But, of course, everybody has to eat; that's why policymakers around the world were alarmed by China's recent CPI report, which showed food prices rose 10.1% in October. A separate report showed a basket of produce rose a shocking 62% on a year-over-year basis in the first 10 days of November.
Set aside for a moment questions about the accuracy of the data -- or whether inflation in China is the result of Ben Bernanke's QE2 or China's own easy money policies, and consider:
That's a lot of mouths to feed and a big reason why Adrian Day of Adrian Day Asset Management is "extremely scared" about the potential for food price spikes to lead to rioting -- and even wars in the coming years.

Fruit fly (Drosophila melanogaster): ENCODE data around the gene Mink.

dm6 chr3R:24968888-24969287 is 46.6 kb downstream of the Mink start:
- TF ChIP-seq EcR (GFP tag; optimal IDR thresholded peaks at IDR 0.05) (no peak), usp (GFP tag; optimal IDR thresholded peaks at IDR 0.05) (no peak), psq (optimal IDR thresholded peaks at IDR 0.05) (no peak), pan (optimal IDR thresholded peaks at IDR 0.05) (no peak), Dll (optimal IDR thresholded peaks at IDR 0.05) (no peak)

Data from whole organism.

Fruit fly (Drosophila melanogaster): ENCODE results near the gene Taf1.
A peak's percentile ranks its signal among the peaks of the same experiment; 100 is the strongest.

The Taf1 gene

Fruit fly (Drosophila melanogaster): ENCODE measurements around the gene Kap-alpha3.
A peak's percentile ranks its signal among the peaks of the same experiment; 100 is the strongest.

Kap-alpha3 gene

Food is just one of myriad commodities China needs to secure in vast quantities in order to maintain its blistering growth, not to mention the legitimacy of the government. It's also the most basic, which is why Day is so concerned, as discussed in detail in the accompanying video.
Unlike some experts - notably Niall Ferguson - Day does not believe the U.S. and China are inevitably on a collision course. But it's worth noting another report that came out last week: The government's annual assessment of China's military capabilities, where there's evidence of another kind of highly disturbing "inflation."